Caregiver need care

I discovers my own disorders when trying to support 2 of my daughters with their disorders. My youngest have recently being diagnosed with GAD and Major Deppresion Disorder. I found out I have always suffered from ADHD and depression symptoms began to appear. I live in a community (country) with no support systems available. All new ideas and information are of great value to me.

4 Replies

  • Isn't it interesting how we learn about ourselves through our children? We tend to be moms 1st above all. Looking back, did you experience much rejection due to hyperactivity in the classroom? It's often that ADHD kids have way too much activity to settle down in the classroom to "fit in" with the other kids and the teachers' expectations. And another problem is that an ADHD kid often appears to never make eye contact with the teacher and the teacher assumes the child isn't paying attention and therefore not learning anything. But that turns out to be a false assumption. The child is learning without the expected eye contact.

    All of this and so much more can lead to depression. The ADHD child doesn't fit into the "average" child image and can feel isolated and rejected from all of the other kids. Or singled out as a "troubled" child. A disciplinary problem. Or any of several negative roles in the classroom and neighborhood.

    ADHD is an impulse disorder above all other things and impulsive behavior is problem behavior. Acting before thinking is a recipe for trouble at any time of life.

    Having said all of the above, it isn't any surprise that living with such a challenge in life might bring you some depression is it? You can get discouraged or simply worn out! And if you consider your children's diagnoses it wouldn't be surprising that you have similar diagnoses. These things are hereditary!

    If you want to talk more I'm available here. Now that you and your children have identified some of your problems it should be easier to deal with them and compensate for them. That's the good news. I wish all of you a bright, healthy and happy future.

  • Thank you for your prompt response. I understand a lot of things now. I can justify so many of my own behaviors. At the same time, I am going through a strange period. It is a mix between understanding, acceptance, even a dose of self pity and feeling extremely tired. Major issues are impulsiveness, never being able to set limits, sleeping through a complete night and routine. Routine has been a nightmare for me. The struggle to sit down 3 meals a day was a heroic activity for myself. I always felt that the world was completely crazy for having a routine. Oh, an endless list! I confess I feel proud of myself as well for having the strength to do so many things. I have to learn and teach now...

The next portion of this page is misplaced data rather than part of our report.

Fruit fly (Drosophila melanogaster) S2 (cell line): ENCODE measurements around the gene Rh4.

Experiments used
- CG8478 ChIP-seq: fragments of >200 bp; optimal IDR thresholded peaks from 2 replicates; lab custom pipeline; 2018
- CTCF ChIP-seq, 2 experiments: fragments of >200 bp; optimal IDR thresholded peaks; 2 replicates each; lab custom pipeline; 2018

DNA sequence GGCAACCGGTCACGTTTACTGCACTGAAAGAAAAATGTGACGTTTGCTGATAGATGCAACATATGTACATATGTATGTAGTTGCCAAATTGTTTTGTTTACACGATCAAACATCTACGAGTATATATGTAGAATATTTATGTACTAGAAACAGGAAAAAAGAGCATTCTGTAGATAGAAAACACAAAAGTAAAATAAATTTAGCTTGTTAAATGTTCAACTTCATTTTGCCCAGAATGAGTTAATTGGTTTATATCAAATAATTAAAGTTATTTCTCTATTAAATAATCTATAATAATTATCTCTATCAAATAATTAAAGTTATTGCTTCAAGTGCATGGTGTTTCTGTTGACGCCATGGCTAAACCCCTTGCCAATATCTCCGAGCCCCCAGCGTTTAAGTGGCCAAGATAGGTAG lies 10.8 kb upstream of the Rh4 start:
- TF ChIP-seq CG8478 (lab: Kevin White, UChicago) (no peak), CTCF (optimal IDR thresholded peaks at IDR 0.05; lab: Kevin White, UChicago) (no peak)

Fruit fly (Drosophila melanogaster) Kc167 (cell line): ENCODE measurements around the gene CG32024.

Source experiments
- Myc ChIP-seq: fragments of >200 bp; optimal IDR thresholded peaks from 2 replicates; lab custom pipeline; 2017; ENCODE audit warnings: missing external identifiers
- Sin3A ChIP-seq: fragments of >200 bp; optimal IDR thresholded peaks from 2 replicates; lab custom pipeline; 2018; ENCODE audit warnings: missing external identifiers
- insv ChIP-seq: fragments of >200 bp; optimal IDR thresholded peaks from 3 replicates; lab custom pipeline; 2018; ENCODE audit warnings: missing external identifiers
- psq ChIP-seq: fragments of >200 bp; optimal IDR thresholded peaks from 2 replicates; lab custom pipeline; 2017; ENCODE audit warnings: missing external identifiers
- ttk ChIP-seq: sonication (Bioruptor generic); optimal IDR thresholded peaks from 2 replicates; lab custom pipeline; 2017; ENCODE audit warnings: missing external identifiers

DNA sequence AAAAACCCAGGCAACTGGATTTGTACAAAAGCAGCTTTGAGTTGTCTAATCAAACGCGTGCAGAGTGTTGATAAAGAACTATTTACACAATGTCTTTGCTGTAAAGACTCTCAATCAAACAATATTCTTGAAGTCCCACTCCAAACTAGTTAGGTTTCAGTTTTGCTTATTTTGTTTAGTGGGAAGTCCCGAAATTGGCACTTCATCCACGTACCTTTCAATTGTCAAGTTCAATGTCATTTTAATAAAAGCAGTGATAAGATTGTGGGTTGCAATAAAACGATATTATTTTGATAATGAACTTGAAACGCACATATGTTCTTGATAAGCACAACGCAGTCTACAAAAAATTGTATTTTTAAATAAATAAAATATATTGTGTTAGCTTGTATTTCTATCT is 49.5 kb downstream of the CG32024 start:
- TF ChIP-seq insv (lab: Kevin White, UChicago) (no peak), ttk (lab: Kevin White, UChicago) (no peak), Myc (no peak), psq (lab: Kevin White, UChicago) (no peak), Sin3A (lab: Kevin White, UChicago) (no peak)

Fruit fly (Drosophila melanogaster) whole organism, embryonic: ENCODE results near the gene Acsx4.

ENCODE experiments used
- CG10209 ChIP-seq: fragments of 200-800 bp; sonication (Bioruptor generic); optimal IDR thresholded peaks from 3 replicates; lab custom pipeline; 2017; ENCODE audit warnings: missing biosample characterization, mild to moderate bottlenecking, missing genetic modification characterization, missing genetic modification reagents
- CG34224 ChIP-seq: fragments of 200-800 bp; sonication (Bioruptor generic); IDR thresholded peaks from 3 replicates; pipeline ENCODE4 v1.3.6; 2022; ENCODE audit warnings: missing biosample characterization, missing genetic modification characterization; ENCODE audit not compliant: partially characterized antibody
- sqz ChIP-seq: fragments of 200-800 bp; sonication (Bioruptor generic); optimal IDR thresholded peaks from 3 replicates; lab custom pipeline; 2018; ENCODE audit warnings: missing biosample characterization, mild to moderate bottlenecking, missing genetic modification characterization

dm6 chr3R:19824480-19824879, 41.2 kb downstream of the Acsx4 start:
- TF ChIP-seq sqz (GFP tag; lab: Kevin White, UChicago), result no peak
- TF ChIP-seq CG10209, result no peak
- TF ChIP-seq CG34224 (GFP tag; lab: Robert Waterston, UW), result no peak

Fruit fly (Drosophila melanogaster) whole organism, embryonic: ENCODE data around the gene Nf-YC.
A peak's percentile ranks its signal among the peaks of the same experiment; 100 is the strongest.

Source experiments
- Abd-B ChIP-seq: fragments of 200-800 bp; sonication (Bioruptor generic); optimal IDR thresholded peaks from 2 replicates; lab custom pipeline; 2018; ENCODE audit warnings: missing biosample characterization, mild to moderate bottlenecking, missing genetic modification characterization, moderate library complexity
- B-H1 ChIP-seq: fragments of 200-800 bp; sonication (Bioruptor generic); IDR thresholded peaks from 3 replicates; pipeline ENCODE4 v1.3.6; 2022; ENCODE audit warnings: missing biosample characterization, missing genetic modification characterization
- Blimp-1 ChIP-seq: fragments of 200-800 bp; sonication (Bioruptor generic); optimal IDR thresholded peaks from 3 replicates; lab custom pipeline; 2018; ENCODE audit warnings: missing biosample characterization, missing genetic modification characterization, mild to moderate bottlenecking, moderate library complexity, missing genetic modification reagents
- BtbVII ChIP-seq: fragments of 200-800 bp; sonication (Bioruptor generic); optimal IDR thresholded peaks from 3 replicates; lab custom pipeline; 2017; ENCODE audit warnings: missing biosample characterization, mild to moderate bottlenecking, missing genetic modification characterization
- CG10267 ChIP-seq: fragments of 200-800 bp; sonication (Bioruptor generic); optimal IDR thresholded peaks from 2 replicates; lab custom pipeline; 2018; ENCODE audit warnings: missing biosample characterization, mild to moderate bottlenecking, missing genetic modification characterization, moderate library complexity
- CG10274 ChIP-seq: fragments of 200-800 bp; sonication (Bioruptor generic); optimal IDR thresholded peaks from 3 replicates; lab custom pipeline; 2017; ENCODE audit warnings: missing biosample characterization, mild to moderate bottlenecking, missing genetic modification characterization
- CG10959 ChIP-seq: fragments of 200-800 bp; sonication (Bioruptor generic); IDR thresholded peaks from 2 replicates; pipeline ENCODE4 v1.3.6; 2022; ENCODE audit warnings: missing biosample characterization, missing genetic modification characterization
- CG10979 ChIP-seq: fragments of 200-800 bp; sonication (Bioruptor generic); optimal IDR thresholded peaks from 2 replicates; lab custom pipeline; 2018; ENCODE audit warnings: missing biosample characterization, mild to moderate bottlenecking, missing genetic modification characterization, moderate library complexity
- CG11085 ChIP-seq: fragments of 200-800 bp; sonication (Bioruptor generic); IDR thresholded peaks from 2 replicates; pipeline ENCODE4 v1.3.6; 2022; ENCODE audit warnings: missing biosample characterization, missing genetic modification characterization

• Funny, for the most part my kids said they did better with a routine than without. But it was still a struggle. Definitely. And the same holds true as adults. But the fact that 2 out of 3 were on meds for ADHD until high school had something to do with it. And then 1 of them has always needed meds and will always need them his whole life changes things for him...he's one that says he needs structure more than lack of structured days. You, I assume, never were on meds, which makes a huge difference. Meds determined whether my kids could be educated or not. A very simple decision.

  • I can not agree more my kids need the routine, they love it. I am the problem, I am the one struggling to setting it up and following it. I started on medications a few weeks ago and I am noticing the difference already. I need limits, I need space, there is so much to work on. I started to feel tired and sleep better. The down side: I am more aware of my mess and I want to clean it up. I guess that is a new beginning. At the moment I feel lonely because I feel the urge to change. I need to work on patience and structure. Meanwhile my 12 year old will benefit from the structure. She is very demanding and that makes me more tired. Maybe with time my tiredness will dissipate and I will feel positive and smile more often. I try to convince myself that although I did not have treatment at a young age, there is still hope for achieving things I dreamt about. I will see... If you have tips on how you deal with the day to day I will appreciate it.

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